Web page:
WMA Board Puts Pressure on Staff to Complete FEMA Paperwork

Contracts are outstanding for WMA haulers who helped with debris removal after the hurricanes.
Contracts are outstanding for WMA haulers who helped with debris removal after the hurricanes.

Waste Management Authority staff were put in the hot seat Thursday by board members pressuring them to complete the paperwork required by the Federal Emergency Management Agency to cover the payment of contracts for debris removal after September’s storms.

According to board members, Finance Department Commissioner Valdamier Collens is willing to front the authority $2 million, but in order to get reimbursed by FEMA, Waste Management has to submit a sheaf of documentation, including certified payroll records and logs of when equipment was used and how much debris were hauled, in order for any money to be released.

“People are going to lose their businesses now,” WMA board member Senator Marvin Blyden asked. “We have to expedite the process.”

While WMA staff said that the process of obtaining information from local truckers is going on “right now,” Blyden said there are several vendors who “don’t know” exactly what they have to submit. Approximately 22 contracts are involved at this stage in the game and board members added Thursday that they needed to be treated with a “sense of urgency.”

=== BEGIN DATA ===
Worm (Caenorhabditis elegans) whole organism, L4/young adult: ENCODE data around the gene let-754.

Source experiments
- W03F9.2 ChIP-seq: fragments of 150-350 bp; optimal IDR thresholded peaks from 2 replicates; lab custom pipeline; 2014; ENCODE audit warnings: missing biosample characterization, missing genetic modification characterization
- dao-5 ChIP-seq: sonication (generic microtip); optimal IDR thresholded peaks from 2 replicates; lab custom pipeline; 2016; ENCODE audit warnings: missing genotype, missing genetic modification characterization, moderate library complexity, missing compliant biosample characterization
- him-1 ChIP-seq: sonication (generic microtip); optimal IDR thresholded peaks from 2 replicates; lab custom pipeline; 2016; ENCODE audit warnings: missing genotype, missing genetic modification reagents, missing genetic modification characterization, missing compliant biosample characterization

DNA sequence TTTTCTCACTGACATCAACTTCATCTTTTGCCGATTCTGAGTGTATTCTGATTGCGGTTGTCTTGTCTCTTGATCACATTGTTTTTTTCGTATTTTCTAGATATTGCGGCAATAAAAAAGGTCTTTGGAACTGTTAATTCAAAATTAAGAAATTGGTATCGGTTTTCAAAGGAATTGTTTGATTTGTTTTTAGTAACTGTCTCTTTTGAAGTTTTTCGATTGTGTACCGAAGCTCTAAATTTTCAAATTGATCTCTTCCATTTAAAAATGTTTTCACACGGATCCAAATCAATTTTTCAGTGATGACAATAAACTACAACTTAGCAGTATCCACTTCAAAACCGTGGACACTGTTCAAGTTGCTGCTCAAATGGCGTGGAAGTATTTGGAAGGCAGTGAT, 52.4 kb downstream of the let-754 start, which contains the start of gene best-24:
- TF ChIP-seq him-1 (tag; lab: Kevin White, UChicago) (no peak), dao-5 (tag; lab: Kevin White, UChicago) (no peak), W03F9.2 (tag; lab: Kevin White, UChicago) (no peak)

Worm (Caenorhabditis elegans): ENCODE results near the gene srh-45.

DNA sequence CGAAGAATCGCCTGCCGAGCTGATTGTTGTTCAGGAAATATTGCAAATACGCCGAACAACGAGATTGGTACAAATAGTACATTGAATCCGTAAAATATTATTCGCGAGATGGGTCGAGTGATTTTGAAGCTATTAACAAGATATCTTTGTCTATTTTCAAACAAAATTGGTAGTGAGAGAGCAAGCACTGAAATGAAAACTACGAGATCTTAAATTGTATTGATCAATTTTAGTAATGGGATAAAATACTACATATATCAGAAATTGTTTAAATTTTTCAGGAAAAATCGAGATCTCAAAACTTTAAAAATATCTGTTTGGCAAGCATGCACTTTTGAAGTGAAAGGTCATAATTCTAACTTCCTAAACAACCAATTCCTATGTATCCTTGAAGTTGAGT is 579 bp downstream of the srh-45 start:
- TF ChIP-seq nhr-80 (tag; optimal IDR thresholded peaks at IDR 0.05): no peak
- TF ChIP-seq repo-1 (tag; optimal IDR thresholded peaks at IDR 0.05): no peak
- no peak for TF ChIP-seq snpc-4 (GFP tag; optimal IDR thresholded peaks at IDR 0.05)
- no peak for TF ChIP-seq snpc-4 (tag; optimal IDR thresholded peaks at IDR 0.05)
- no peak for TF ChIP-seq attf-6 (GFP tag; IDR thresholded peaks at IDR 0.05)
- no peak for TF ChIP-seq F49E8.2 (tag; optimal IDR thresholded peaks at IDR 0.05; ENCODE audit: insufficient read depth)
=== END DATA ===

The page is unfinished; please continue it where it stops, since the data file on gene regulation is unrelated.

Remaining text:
Solid waste managers have been working through both districts to get the information, and staff members added that they have followed up with calls and emails.

Meanwhile, outgoing board president Harith Wickrema said Thursday that the authority is $15 million in the hole and counting.

“We don’t have enough money,” he said. “We’re in debt $15 million and counting and we will not get the sufficient allocations each month to cover our obligations, so we haven’t been given the tools for the dedicated staff at Waste Management to deliver services as they should be. At the same time, we have to take care of payment for our haulers, which the governor has asked us to do since January, and while we have the money, we can’t give it out because for whatever reason, we can’t get the proper paperwork together to give to the authorities. It’s a sad situation.”

Still, Wickrema said despite challenges, he sees the next few months as a “new era” for the authority, as they welcome new interim leadership and management. The outgoing chair was removed on March 10 from his position by Gov. Kenneth Mapp, effective Friday.

In a letter Friday, Mapp cited a conflict between Wickrema’s board position and his post as president of the Island Green Living Association in taking the action.

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